Cattle gather around what is left of a pond on a ranch in Snelling, California. Credit: Getty Images / Justin Sullivan / Staff.
welcome to FERN’s Friday stream (#FFF), where we share this week’s stories that got us thinking.
California agriculture to the limit
The New Yorker
“Across the state,” he said, “many farmers were pricing their crops in the market against the rising cost of water. To honor their contracts, some had overplanted, and now they found it more profitable to kill certain crops than to harvest. Others had already reduced and planted less, ”writes Anna Wiener. “Farmers were strangling production, razing fields and eliminating surpluses. While these adjustments seemed crude, if not unfathomable, they responded to complex and interwoven issues: immigration policies, trade wars, housing shortages, agribusiness monopolies, mismanagement of resources, climate change, globalization, disruption of supply chains, acceleration of financialization.
Revolt of the delivery men
New York magazine and The edge
“Cesar, Sergio and three other family members, all of whom work in delivering food, stood guard every night for almost a month. They… heard about the attacks through the Facebook page they co-founded called El Diario de los Deliveryboys en la Gran Manzana, or “The Deliveryboys in the Big Apple Daily”. They started it in part to chronicle the bicycle thefts that plague workers on the bridge and elsewhere in town, ”writes Josh Dzieza. “For Cesar and many other delivery people, the thefts started something. Some have started to protest and lobby, teaming up with nonprofits and city officials to come up with legislation. Caesar and the Deliverymen took another route, forming a civil guard.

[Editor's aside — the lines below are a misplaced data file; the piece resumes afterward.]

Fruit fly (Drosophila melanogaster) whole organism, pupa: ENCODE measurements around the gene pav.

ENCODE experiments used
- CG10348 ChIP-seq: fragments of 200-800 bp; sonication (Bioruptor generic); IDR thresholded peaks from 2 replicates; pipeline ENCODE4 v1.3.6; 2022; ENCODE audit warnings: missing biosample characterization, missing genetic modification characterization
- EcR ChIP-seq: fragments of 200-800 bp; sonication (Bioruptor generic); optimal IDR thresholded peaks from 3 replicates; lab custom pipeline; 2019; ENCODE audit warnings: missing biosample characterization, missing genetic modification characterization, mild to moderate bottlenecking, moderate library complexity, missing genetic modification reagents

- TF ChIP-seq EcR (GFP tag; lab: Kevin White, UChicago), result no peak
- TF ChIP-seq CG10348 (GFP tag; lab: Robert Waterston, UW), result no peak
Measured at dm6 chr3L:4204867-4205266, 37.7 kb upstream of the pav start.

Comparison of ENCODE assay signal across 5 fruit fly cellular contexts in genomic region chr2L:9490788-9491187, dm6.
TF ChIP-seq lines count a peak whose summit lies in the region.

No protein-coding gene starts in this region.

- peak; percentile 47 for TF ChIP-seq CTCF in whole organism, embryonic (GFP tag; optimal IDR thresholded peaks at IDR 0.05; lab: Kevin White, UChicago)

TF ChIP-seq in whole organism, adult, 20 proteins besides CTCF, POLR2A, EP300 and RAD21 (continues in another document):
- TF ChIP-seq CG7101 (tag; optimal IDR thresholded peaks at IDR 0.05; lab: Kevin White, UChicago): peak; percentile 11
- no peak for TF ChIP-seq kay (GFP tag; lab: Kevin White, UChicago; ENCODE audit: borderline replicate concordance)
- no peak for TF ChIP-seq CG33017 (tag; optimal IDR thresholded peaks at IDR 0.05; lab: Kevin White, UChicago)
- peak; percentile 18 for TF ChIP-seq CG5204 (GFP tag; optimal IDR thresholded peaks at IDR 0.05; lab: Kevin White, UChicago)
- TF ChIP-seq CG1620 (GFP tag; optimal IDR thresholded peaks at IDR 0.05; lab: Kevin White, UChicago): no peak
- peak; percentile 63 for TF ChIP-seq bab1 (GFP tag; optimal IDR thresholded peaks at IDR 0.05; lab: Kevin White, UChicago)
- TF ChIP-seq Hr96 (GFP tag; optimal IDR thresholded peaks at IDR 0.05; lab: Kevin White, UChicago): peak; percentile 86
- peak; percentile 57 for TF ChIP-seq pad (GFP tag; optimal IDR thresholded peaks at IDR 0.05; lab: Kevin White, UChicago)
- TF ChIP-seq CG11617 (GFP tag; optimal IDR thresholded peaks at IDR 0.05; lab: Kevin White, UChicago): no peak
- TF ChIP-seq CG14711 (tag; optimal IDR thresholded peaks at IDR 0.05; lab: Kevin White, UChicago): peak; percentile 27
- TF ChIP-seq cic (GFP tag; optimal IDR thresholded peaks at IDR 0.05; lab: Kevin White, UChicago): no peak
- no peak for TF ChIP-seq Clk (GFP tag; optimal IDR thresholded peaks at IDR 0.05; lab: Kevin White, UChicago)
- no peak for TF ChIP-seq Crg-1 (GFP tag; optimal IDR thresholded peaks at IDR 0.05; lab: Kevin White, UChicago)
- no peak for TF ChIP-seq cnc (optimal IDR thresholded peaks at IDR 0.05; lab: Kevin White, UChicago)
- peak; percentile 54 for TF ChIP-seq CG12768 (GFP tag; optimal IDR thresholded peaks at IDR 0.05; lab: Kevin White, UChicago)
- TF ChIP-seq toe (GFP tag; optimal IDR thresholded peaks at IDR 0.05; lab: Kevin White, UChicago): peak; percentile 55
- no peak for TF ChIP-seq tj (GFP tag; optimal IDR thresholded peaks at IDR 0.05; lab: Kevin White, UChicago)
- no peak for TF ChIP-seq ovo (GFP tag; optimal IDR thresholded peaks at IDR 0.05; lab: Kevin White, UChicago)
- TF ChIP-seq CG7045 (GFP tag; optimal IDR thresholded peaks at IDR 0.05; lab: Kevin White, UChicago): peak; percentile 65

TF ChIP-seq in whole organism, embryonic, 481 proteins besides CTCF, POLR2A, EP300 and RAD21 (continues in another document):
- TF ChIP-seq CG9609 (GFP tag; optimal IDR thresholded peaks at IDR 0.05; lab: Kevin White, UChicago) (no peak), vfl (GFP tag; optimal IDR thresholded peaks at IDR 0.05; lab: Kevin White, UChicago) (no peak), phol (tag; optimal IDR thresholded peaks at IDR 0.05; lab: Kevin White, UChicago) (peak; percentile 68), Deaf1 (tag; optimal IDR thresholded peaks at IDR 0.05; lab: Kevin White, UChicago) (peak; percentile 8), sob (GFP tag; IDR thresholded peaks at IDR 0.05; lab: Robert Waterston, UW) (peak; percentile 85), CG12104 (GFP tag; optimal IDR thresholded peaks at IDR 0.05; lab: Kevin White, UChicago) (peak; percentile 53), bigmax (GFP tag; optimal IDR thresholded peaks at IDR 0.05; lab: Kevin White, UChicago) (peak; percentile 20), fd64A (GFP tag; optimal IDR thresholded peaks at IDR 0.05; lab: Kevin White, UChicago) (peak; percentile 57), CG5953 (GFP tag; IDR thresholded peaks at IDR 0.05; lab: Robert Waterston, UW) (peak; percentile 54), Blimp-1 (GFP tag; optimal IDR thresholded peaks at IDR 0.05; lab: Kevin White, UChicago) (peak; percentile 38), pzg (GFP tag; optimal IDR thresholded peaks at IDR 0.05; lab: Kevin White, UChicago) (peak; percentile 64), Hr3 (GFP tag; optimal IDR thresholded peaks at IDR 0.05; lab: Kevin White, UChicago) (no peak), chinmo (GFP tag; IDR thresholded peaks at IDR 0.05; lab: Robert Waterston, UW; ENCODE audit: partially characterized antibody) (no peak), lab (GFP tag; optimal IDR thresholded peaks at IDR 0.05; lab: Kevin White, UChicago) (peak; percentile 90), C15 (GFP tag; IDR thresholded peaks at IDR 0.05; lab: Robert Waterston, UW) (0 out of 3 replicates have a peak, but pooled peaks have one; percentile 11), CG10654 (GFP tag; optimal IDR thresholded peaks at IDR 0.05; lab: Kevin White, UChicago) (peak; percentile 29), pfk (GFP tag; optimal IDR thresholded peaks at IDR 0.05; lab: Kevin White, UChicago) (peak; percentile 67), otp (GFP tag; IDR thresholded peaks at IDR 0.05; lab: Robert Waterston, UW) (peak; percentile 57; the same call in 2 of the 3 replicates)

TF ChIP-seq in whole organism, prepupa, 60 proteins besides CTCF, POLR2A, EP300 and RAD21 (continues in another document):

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Desert chefs who cook with the sun
“Ogalde belongs to a generation of cooks who opened solar restaurants in remote areas of Chile’s Atacama Desert, which begins just north of Villaseca, ends at the Peruvian border and is known as the driest place of the planet, “writes Mark Johanson. . “The Atacama has the highest solar radiation on the planet – 30% higher, on average, than the Mojave Desert in the southwestern United States – but few people have harnessed this energy with so much imagination than these home chefs, who were inspired by an experience that took place in Villaseca in 1989.
The emotional toll of “dirty work”
The New Republic
From slaughterhouse workers to prison guards, American society is full of jobs that most of us would rather not think about, let alone do. In his new book, Eyal Press describes this type of work as dirty work, “In that the people who do this work do everyone’s dirty work for them.” Dirty workers lead actions with an ‘unwritten mandate’ from a company – which wants the work done, sees it as necessary, but prefers the whole process not to be considered, ”writes Jo Livingstone. “[B]but it impacts workers in the form of guilt and shame. Doing such stigmatized or morally compromised work has very specific psychological effects, he argues, which in America are compounded by the fact that most of these jobs are taken not out of choice but out of economic necessity.
Turkey’s “culinary subversion” Pittsburgh Devonshire
“Blandi’s dish is a culinary subversion,” writes Ed Simon. “Just as John Coltrane deconstructed the vanilla melody of ‘My Favorite Things’ and made it into a masterpiece of baroque jazz, or Mel Brooks appropriated the western in the brilliance of the Borscht belt of Flaming saddles, Blandi zhuzh also removed the blandness from the turkey sandwich with bechamel and smoked paprika grilled at 350 degrees. More than comfort, what Devonshire is all about is how someone can come to the United States, see what’s on offer and improve it.